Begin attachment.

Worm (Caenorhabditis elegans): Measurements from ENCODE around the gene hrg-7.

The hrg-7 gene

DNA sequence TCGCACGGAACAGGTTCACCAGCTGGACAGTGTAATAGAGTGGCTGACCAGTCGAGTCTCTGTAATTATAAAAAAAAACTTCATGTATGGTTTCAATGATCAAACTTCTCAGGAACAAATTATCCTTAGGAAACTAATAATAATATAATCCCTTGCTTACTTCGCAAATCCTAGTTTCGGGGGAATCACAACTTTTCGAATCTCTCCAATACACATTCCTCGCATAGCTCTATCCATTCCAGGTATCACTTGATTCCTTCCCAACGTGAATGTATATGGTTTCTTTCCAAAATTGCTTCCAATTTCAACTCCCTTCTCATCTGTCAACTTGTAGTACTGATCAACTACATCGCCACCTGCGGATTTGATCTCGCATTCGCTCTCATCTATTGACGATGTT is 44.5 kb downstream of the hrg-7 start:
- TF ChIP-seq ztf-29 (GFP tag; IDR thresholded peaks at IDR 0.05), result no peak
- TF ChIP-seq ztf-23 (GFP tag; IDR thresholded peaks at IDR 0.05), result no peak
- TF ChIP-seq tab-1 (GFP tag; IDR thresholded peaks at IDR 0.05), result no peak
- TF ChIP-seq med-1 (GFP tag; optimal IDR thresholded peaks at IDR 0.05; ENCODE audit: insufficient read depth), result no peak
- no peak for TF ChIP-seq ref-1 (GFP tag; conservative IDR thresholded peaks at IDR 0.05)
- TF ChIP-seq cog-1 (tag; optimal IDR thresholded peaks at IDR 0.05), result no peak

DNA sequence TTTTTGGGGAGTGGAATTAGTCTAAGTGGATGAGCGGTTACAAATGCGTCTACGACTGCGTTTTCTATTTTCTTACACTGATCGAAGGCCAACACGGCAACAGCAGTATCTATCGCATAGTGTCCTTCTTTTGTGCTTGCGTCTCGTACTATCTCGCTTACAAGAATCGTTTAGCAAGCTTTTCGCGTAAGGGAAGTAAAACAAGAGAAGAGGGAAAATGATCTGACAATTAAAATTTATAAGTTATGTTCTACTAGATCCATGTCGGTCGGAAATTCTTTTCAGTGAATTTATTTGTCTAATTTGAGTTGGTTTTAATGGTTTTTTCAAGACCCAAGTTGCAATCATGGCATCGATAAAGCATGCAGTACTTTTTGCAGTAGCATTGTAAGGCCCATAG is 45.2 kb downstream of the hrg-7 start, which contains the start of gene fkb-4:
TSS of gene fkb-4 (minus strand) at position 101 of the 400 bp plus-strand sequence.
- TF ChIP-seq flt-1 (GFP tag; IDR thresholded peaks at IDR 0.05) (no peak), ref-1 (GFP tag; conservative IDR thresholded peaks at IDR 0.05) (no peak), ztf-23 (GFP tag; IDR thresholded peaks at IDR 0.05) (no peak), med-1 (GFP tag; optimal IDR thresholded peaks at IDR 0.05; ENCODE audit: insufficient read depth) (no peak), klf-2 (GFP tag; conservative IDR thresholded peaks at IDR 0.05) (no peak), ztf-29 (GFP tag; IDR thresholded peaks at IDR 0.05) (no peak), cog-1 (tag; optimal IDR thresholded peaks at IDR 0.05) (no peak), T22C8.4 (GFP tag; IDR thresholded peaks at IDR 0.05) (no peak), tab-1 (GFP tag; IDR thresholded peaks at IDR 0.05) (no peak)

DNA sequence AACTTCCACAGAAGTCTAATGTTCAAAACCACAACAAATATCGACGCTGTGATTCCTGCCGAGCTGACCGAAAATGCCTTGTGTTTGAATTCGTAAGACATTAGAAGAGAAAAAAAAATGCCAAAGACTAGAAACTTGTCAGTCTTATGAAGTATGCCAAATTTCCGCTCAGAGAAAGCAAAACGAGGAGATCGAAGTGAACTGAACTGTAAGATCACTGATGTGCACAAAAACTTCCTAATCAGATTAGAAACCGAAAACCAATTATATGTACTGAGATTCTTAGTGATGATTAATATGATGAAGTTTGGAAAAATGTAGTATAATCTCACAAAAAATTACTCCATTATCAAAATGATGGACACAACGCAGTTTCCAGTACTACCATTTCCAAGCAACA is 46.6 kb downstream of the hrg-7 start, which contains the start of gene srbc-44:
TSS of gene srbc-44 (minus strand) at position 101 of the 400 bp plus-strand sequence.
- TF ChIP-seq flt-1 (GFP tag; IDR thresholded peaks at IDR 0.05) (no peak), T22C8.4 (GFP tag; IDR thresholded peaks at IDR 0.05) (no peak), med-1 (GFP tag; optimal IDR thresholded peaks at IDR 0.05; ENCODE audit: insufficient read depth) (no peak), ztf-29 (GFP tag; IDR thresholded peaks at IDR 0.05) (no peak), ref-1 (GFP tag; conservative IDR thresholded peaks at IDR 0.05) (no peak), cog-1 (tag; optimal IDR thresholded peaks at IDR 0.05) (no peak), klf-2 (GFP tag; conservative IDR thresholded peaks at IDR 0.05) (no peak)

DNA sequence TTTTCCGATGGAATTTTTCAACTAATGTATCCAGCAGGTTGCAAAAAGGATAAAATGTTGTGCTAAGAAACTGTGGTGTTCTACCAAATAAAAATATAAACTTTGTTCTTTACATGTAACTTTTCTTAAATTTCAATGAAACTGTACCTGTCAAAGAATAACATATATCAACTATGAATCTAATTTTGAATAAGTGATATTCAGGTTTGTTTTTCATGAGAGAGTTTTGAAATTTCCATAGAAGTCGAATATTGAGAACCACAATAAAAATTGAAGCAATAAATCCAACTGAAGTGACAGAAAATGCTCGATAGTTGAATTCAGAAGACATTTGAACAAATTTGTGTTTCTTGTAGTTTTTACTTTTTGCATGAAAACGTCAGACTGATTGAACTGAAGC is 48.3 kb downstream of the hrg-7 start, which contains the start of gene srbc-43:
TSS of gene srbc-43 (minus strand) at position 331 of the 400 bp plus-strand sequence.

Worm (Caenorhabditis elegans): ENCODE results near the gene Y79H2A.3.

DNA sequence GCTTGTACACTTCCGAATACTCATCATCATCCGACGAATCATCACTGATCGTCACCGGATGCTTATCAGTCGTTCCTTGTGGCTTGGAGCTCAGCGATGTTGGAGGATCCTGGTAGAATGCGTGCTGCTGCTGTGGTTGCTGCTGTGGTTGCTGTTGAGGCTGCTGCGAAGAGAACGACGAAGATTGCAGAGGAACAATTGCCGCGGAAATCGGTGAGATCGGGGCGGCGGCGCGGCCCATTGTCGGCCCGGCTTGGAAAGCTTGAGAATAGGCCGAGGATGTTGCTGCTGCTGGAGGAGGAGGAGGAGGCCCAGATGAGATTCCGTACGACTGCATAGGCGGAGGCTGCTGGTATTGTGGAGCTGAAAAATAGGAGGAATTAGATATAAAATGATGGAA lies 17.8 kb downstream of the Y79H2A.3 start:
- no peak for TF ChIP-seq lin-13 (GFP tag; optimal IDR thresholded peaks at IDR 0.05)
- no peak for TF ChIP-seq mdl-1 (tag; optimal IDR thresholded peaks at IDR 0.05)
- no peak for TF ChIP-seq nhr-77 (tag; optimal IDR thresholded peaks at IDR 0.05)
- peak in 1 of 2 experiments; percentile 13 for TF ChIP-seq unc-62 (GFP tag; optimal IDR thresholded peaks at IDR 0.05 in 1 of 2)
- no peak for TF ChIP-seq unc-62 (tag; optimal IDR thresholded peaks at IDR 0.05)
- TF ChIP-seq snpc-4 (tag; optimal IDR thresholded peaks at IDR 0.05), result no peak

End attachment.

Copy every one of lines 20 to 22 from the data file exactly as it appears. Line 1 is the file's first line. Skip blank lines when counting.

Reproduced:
- no peak for TF ChIP-seq lin-13 (GFP tag; optimal IDR thresholded peaks at IDR 0.05)
- no peak for TF ChIP-seq mdl-1 (tag; optimal IDR thresholded peaks at IDR 0.05)
- no peak for TF ChIP-seq nhr-77 (tag; optimal IDR thresholded peaks at IDR 0.05)